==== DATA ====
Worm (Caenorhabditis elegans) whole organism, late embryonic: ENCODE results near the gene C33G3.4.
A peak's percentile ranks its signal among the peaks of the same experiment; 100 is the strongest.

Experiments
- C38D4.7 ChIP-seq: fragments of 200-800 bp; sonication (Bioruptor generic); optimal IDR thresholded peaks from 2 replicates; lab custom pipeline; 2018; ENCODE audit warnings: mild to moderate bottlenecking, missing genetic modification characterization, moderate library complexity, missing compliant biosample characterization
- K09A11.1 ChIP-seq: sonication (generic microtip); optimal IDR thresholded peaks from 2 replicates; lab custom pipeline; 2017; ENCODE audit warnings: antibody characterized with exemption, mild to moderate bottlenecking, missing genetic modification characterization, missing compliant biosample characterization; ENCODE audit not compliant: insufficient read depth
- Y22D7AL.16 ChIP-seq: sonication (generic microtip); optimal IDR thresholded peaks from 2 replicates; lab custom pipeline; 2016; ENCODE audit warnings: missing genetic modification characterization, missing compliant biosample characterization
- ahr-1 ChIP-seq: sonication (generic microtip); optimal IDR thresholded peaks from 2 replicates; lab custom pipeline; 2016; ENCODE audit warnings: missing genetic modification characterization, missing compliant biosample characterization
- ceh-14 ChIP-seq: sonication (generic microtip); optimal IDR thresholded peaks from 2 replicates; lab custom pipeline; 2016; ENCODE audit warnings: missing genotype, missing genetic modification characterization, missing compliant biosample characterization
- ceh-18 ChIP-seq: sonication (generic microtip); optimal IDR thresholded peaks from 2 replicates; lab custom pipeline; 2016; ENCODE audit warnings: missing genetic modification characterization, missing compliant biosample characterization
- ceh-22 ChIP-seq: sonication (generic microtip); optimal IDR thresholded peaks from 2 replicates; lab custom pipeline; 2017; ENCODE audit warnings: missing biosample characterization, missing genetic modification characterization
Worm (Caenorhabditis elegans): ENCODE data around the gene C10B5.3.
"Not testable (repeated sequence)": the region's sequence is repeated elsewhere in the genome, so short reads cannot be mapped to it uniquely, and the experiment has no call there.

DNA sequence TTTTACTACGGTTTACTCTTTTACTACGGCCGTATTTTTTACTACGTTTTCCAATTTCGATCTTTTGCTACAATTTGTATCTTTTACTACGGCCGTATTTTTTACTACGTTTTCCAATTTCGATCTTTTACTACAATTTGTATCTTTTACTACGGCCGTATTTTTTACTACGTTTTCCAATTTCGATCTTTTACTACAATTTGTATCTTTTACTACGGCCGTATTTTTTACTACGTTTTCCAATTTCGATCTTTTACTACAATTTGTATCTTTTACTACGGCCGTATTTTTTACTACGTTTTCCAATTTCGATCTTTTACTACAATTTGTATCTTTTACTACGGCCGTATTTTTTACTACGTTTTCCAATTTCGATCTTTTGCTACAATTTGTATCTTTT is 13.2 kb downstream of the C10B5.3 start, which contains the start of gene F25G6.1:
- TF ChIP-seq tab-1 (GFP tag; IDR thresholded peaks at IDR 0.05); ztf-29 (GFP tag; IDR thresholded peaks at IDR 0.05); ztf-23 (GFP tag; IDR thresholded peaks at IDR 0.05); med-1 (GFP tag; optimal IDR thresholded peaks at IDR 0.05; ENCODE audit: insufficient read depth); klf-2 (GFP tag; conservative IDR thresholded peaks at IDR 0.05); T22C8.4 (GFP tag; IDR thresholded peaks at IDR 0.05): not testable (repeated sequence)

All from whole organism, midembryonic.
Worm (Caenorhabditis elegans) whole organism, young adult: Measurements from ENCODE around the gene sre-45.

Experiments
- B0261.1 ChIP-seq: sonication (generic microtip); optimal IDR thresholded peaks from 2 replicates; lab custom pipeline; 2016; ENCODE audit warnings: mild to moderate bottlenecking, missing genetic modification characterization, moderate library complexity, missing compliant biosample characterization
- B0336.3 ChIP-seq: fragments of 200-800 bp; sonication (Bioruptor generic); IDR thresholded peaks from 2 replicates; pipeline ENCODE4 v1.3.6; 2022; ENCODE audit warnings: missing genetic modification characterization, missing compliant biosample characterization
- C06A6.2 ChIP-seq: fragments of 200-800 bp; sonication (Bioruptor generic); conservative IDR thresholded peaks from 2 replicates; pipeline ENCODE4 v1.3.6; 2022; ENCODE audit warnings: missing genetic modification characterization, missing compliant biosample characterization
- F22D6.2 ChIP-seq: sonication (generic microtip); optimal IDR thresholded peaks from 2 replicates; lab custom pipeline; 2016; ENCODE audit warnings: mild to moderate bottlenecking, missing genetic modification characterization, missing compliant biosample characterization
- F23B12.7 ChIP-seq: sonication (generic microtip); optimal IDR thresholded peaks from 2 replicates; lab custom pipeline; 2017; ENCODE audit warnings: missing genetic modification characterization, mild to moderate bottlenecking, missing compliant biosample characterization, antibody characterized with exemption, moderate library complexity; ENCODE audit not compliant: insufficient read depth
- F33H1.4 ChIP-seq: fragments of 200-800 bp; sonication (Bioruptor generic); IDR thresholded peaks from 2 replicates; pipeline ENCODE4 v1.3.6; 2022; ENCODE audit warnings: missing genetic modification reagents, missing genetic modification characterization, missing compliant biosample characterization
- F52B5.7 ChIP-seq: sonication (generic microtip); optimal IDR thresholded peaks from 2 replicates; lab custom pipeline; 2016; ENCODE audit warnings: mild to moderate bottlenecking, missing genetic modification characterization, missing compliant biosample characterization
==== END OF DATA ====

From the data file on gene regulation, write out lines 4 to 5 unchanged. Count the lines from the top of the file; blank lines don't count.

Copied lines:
- C38D4.7 ChIP-seq: fragments of 200-800 bp; sonication (Bioruptor generic); optimal IDR thresholded peaks from 2 replicates; lab custom pipeline; 2018; ENCODE audit warnings: mild to moderate bottlenecking, missing genetic modification characterization, moderate library complexity, missing compliant biosample characterization
- K09A11.1 ChIP-seq: sonication (generic microtip); optimal IDR thresholded peaks from 2 replicates; lab custom pipeline; 2017; ENCODE audit warnings: antibody characterized with exemption, mild to moderate bottlenecking, missing genetic modification characterization, missing compliant biosample characterization; ENCODE audit not compliant: insufficient read depth